Primary Cilia in Cystic Kidney Disease

  • Prachee Avasthi
  • Robin L. Maser
  • Pamela V. Tran
Part of the Results and Problems in Cell Differentiation book series (RESULTS, volume 60)

Abstract

Primary cilia are small, antenna-like structures that detect mechanical and chemical cues and transduce extracellular signals. While mammalian primary cilia were first reported in the late 1800s, scientific interest in these sensory organelles has burgeoned since the beginning of the twenty-first century with recognition that primary cilia are essential to human health. Among the most common clinical manifestations of ciliary dysfunction are renal cysts. The molecular mechanisms underlying renal cystogenesis are complex, involving multiple aberrant cellular processes and signaling pathways, while initiating molecular events remain undefined. Autosomal Dominant Polycystic Kidney Disease is the most common renal cystic disease, caused by disruption of polycystin-1 and polycystin-2 transmembrane proteins, which evidence suggests must localize to primary cilia for proper function. To understand how the absence of these proteins in primary cilia may be remediated, we review intracellular trafficking of polycystins to the primary cilium. We also examine the controversial mechanisms by which primary cilia transduce flow-mediated mechanical stress into intracellular calcium. Further, to better understand ciliary function in the kidney, we highlight the LKB1/AMPK, Wnt, and Hedgehog developmental signaling pathways mediated by primary cilia and misregulated in renal cystic disease.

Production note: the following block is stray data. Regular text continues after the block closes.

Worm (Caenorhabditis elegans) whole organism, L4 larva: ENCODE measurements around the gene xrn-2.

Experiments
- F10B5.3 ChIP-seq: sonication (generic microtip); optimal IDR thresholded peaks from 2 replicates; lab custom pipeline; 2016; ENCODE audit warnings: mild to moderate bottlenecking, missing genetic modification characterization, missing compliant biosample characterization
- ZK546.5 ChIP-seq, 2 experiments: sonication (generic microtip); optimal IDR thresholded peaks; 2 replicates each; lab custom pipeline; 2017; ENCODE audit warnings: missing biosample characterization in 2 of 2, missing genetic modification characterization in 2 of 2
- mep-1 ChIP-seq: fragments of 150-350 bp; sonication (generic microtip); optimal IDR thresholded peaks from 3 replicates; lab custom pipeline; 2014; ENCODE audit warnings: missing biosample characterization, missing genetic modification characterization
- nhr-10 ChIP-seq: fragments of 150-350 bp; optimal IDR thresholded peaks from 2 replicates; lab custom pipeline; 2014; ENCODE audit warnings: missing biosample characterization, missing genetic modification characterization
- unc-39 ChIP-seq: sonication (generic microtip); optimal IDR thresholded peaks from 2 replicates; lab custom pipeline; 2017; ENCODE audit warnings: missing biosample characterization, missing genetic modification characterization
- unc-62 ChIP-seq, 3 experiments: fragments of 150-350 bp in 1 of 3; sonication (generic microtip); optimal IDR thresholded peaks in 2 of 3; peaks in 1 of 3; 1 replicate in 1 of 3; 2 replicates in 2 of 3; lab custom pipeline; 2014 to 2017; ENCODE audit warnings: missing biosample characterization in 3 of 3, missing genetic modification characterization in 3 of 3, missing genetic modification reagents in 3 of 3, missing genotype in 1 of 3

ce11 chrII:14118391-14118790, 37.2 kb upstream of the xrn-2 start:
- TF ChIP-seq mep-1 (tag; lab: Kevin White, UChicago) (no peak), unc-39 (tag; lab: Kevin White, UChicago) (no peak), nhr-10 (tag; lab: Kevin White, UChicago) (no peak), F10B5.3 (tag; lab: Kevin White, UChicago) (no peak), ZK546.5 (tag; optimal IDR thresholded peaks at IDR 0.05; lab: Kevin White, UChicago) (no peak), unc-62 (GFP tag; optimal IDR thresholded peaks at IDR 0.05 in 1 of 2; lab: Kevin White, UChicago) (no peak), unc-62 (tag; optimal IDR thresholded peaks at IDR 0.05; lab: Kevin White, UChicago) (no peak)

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© Springer International Publishing AG 2017

Open Access This chapter is distributed under the terms of the Creative Commons Attribution Noncommercial License, which permits any noncommercial use, distribution, and reproduction in any medium, provided the original author(s) and source are credited.

Authors and Affiliations

  • Prachee Avasthi
    • 1
  • Robin L. Maser
    • 2
    • 3
  • Pamela V. Tran
    • 1
    • 3
  1. 1.Department of Anatomy and Cell BiologyUniversity of Kansas Medical CenterKansas CityUSA
  2. 2.Department of Clinical Laboratory SciencesUniversity of Kansas Medical CenterKansas CityUSA
  3. 3.Kidney InstituteUniversity of Kansas Medical CenterKansas CityUSA

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